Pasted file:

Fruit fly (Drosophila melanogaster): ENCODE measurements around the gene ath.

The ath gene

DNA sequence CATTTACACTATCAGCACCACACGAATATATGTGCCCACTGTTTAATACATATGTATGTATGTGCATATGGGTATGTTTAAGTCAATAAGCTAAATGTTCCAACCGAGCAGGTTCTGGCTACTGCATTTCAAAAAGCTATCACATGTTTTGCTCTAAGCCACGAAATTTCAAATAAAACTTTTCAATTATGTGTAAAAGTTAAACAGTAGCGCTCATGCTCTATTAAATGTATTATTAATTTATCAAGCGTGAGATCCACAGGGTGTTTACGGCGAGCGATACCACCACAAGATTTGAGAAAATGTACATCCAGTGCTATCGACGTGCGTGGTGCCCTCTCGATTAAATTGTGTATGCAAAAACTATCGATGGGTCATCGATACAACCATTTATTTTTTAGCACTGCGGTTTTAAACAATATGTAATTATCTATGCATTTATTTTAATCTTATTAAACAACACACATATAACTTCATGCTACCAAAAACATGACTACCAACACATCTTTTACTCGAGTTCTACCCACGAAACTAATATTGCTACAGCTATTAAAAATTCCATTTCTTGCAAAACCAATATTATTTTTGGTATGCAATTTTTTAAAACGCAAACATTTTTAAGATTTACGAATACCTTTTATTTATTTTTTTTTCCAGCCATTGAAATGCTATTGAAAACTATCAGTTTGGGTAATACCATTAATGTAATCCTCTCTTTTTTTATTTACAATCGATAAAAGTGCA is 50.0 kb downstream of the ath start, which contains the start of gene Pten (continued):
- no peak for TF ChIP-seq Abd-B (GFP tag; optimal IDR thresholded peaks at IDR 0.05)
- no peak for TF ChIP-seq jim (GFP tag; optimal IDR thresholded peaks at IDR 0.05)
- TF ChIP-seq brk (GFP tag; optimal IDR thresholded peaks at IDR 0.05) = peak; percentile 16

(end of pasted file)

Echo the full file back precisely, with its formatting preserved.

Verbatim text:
Fruit fly (Drosophila melanogaster): ENCODE measurements around the gene ath.

The ath gene

DNA sequence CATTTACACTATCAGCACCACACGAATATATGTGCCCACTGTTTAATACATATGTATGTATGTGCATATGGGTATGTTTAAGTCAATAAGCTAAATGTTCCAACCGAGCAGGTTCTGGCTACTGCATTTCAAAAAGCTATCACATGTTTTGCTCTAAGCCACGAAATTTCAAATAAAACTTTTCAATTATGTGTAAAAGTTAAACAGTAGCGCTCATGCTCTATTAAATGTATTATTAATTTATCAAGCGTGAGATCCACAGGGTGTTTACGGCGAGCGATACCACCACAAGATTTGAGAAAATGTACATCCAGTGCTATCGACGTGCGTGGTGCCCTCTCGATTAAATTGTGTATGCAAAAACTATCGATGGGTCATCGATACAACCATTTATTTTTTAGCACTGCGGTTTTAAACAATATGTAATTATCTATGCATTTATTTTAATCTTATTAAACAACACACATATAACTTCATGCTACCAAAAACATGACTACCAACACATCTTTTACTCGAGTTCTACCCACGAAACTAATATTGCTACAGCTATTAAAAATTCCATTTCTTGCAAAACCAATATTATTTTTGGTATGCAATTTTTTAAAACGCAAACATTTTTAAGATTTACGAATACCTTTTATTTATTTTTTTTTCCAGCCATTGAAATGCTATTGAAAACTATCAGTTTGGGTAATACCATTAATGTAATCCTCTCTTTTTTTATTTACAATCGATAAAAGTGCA is 50.0 kb downstream of the ath start, which contains the start of gene Pten (continued):
- no peak for TF ChIP-seq Abd-B (GFP tag; optimal IDR thresholded peaks at IDR 0.05)
- no peak for TF ChIP-seq jim (GFP tag; optimal IDR thresholded peaks at IDR 0.05)
- TF ChIP-seq brk (GFP tag; optimal IDR thresholded peaks at IDR 0.05) = peak; percentile 16